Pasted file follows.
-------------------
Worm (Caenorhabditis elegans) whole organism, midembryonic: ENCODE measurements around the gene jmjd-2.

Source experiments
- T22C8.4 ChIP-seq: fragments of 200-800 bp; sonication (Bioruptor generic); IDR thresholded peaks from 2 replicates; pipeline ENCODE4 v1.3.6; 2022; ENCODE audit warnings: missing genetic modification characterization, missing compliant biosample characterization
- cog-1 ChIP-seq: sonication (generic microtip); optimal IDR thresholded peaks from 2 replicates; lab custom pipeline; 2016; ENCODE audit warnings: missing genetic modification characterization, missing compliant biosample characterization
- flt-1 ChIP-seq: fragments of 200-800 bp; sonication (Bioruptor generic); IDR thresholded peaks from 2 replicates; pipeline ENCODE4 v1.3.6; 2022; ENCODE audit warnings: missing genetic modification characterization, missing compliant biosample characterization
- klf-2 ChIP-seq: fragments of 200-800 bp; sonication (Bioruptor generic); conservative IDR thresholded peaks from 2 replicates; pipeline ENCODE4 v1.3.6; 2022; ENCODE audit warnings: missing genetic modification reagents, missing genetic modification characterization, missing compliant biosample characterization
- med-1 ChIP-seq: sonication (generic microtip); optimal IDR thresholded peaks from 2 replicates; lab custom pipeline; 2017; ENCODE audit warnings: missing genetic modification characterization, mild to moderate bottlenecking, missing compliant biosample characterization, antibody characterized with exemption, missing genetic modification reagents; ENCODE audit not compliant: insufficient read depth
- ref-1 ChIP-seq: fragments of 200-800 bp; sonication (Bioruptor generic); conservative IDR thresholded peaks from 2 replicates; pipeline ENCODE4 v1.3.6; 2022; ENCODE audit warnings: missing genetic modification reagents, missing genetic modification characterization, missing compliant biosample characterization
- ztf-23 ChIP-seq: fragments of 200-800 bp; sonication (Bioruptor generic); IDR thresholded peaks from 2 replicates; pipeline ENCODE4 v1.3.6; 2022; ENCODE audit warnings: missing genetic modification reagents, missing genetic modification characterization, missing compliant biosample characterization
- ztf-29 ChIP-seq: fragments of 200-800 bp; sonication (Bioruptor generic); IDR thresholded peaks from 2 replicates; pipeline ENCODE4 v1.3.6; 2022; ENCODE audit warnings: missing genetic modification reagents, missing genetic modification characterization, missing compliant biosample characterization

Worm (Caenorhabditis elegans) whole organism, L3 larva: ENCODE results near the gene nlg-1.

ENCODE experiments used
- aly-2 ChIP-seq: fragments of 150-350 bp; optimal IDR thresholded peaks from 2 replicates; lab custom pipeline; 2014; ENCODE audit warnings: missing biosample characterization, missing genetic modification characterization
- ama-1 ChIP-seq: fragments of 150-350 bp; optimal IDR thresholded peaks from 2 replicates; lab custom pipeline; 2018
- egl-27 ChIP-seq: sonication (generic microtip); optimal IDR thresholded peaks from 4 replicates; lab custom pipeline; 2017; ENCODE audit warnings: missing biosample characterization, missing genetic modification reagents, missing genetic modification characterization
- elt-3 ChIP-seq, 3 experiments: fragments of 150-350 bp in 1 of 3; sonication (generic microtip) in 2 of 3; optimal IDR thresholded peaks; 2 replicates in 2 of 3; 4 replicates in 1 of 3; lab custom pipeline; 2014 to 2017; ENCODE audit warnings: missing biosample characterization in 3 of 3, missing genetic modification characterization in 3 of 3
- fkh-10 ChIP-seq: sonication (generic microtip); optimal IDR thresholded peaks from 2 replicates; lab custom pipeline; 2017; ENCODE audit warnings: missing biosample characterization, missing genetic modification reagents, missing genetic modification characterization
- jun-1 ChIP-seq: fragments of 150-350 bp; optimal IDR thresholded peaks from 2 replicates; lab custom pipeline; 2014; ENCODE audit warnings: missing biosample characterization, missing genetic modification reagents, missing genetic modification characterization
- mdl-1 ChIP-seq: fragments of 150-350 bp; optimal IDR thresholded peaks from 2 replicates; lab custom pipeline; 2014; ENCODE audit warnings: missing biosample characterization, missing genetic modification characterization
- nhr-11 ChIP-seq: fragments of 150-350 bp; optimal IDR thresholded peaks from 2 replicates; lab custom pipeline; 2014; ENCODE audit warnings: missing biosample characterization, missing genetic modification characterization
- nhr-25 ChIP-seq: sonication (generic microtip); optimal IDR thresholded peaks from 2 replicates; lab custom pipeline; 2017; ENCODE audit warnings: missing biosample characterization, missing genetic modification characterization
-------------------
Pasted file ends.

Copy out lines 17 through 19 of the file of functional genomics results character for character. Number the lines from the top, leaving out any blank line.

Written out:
- fkh-10 ChIP-seq: sonication (generic microtip); optimal IDR thresholded peaks from 2 replicates; lab custom pipeline; 2017; ENCODE audit warnings: missing biosample characterization, missing genetic modification reagents, missing genetic modification characterization
- jun-1 ChIP-seq: fragments of 150-350 bp; optimal IDR thresholded peaks from 2 replicates; lab custom pipeline; 2014; ENCODE audit warnings: missing biosample characterization, missing genetic modification reagents, missing genetic modification characterization
- mdl-1 ChIP-seq: fragments of 150-350 bp; optimal IDR thresholded peaks from 2 replicates; lab custom pipeline; 2014; ENCODE audit warnings: missing biosample characterization, missing genetic modification characterization